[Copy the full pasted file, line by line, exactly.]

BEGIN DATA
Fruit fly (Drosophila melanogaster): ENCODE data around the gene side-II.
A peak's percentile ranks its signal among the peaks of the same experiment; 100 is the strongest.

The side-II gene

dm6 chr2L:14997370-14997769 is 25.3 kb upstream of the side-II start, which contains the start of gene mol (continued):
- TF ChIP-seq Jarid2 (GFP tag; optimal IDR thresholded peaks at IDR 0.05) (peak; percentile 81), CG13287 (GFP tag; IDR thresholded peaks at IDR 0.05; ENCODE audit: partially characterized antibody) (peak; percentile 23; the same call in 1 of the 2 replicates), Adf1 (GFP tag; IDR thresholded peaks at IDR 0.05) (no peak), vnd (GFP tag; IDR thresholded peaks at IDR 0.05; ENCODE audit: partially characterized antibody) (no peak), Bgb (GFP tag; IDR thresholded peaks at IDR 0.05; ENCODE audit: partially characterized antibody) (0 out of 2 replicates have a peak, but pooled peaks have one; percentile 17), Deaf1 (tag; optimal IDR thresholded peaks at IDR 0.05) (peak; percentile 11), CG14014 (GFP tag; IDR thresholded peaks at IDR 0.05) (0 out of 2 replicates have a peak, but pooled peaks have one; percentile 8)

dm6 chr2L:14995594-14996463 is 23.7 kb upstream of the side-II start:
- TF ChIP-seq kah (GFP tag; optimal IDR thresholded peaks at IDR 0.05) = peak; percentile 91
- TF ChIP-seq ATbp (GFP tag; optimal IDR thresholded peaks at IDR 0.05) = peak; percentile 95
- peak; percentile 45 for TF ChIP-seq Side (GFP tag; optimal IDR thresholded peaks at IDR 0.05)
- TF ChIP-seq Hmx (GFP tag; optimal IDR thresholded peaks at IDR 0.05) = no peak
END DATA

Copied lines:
Fruit fly (Drosophila melanogaster): ENCODE data around the gene side-II.
A peak's percentile ranks its signal among the peaks of the same experiment; 100 is the strongest.

The side-II gene

dm6 chr2L:14997370-14997769 is 25.3 kb upstream of the side-II start, which contains the start of gene mol (continued):
- TF ChIP-seq Jarid2 (GFP tag; optimal IDR thresholded peaks at IDR 0.05) (peak; percentile 81), CG13287 (GFP tag; IDR thresholded peaks at IDR 0.05; ENCODE audit: partially characterized antibody) (peak; percentile 23; the same call in 1 of the 2 replicates), Adf1 (GFP tag; IDR thresholded peaks at IDR 0.05) (no peak), vnd (GFP tag; IDR thresholded peaks at IDR 0.05; ENCODE audit: partially characterized antibody) (no peak), Bgb (GFP tag; IDR thresholded peaks at IDR 0.05; ENCODE audit: partially characterized antibody) (0 out of 2 replicates have a peak, but pooled peaks have one; percentile 17), Deaf1 (tag; optimal IDR thresholded peaks at IDR 0.05) (peak; percentile 11), CG14014 (GFP tag; IDR thresholded peaks at IDR 0.05) (0 out of 2 replicates have a peak, but pooled peaks have one; percentile 8)

dm6 chr2L:14995594-14996463 is 23.7 kb upstream of the side-II start:
- TF ChIP-seq kah (GFP tag; optimal IDR thresholded peaks at IDR 0.05) = peak; percentile 91
- TF ChIP-seq ATbp (GFP tag; optimal IDR thresholded peaks at IDR 0.05) = peak; percentile 95
- peak; percentile 45 for TF ChIP-seq Side (GFP tag; optimal IDR thresholded peaks at IDR 0.05)
- TF ChIP-seq Hmx (GFP tag; optimal IDR thresholded peaks at IDR 0.05) = no peak